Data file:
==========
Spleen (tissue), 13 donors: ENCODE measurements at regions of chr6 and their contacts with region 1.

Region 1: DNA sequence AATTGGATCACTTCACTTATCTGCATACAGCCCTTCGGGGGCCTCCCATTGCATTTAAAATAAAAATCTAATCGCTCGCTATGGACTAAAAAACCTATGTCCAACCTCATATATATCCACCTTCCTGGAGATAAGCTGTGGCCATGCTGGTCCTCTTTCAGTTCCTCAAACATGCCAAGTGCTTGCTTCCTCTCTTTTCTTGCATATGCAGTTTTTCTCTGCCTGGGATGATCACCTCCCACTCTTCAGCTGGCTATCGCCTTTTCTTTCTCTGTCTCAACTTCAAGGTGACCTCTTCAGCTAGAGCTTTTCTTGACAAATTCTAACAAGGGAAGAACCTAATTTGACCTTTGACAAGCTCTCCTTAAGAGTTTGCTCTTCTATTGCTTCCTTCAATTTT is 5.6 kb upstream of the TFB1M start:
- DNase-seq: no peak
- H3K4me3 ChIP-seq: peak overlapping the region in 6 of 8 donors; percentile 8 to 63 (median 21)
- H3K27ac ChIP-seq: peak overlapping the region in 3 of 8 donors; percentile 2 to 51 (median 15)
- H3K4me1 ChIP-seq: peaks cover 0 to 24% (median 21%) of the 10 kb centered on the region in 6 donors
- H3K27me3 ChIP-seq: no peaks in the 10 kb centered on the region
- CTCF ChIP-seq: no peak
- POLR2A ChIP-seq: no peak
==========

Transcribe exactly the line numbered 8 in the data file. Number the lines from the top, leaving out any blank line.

- CTCF ChIP-seq: no peak